HONOLULU (KHON2) — Doctors and health officials are warning the public to be careful about gases and vog following the eruption of Mauna Loa.

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Dr. Samuel J. Evans, Chief of pulmonary medicine at Straub Medical Center, said its “the sulfur dioxide, the carbon dioxide and the ash itself that can act as an irritant in the airways. So, if you’re someone who already has an underlying lung condition like COPD or asthma, it can cause an exacerbation of symptoms bronchospasm, shortness of breath, coughing fits.”

Health officials recommend those with respiratory issues keep their medications and inhalers close by.

The National Weather Service suggests shutting your windows when there’s vog. “Most days, it’s going to be consistently, you know, upslope winds during the day. And then you get downslope winds during the night. So, we could see that vog kind of fill in each night. And, and over time, as this continues, you know, it’s only going to get probably denser and denser,” said Genki Kino, National Weather Service meteorologist.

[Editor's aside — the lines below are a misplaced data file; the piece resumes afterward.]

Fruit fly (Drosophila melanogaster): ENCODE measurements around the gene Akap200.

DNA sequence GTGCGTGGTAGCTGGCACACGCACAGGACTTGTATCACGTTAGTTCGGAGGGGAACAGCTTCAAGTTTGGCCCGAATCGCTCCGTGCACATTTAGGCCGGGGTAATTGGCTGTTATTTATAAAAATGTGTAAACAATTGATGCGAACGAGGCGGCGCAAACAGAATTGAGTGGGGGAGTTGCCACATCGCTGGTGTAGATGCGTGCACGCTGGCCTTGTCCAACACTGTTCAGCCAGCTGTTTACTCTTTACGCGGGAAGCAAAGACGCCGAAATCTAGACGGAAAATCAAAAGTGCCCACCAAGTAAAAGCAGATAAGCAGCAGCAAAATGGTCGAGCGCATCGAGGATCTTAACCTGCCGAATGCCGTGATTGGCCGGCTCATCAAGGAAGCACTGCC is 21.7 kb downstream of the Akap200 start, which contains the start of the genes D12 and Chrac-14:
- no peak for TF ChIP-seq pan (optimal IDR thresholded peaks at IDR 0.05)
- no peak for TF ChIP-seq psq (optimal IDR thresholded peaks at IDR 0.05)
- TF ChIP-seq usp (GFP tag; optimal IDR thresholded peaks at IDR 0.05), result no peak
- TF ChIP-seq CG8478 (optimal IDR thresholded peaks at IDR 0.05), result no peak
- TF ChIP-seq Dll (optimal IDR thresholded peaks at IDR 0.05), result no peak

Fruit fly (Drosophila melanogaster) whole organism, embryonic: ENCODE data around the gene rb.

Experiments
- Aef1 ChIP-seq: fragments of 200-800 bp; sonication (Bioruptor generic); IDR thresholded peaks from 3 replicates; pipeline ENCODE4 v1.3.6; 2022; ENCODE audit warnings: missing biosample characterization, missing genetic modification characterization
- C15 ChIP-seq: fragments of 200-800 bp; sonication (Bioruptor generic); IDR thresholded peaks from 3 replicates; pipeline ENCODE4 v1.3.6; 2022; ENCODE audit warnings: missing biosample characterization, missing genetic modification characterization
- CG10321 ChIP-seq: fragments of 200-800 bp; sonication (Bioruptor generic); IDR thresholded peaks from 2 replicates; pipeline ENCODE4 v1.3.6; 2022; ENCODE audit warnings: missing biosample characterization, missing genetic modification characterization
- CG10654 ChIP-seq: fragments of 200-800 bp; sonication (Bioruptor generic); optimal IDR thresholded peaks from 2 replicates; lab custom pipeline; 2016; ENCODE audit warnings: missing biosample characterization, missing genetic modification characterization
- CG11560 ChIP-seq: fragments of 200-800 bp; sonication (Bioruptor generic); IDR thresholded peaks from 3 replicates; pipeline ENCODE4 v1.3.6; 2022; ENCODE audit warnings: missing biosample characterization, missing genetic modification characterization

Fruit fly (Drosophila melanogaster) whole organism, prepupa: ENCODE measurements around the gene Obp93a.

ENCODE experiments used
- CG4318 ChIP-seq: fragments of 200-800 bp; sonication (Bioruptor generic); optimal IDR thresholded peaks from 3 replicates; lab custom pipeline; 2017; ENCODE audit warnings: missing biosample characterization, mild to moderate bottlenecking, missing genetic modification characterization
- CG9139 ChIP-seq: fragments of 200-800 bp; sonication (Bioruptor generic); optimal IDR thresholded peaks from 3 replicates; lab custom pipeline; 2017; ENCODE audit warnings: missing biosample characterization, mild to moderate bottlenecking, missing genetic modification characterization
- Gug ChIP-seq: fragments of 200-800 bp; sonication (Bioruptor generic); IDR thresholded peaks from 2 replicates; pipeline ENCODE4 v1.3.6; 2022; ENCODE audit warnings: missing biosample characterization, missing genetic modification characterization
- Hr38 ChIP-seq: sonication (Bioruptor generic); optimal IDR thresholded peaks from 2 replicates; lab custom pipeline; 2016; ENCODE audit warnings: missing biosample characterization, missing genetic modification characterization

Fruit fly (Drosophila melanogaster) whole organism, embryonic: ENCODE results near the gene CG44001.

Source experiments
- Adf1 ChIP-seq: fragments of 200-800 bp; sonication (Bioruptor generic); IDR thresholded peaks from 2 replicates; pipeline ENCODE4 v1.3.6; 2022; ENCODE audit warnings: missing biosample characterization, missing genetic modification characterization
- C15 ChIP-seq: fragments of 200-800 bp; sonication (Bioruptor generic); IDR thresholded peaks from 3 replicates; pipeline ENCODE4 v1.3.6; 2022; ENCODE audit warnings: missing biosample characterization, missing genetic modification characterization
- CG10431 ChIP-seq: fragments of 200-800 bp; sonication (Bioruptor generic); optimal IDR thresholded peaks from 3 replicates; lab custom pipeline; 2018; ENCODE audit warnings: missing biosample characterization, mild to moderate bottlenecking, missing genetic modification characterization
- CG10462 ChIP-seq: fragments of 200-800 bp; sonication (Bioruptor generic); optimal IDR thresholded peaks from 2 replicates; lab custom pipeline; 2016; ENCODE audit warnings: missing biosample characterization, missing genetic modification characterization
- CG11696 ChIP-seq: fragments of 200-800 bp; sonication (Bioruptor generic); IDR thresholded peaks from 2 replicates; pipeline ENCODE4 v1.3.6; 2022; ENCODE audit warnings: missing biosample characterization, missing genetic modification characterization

Health experts say, being proactive will keep you safe. Dr. Evans said to check the air quality levels if you have access to the internet and “keep the windows and doors shut. Some people will even go so far as to put wet towels where the creases of the doors and windows are or tape them.”

“Another key thing to remember is if you use AC in the house or in the car to make sure it’s on the recirculate and not pulling in air from the outside.”

Dr. Samuel J. Evans, Chief of pulmonary medicine at Straub Medical Center

They say now might be a good time to mask up, but some masks will work better than others. “You may want to stock up on N95 masks,” said Dr. Evans. “The regular kind of dust, nursing masks that we wear, our surgical mask is not going to be as effective at blocking the inhalation of that particulate matter.”

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The Hawaii Department of Health recommends reducing outdoor activities that could cause heavy breathing, drinking plenty of water to stay hydrated, and calling your doctor if any symptoms begin to develop.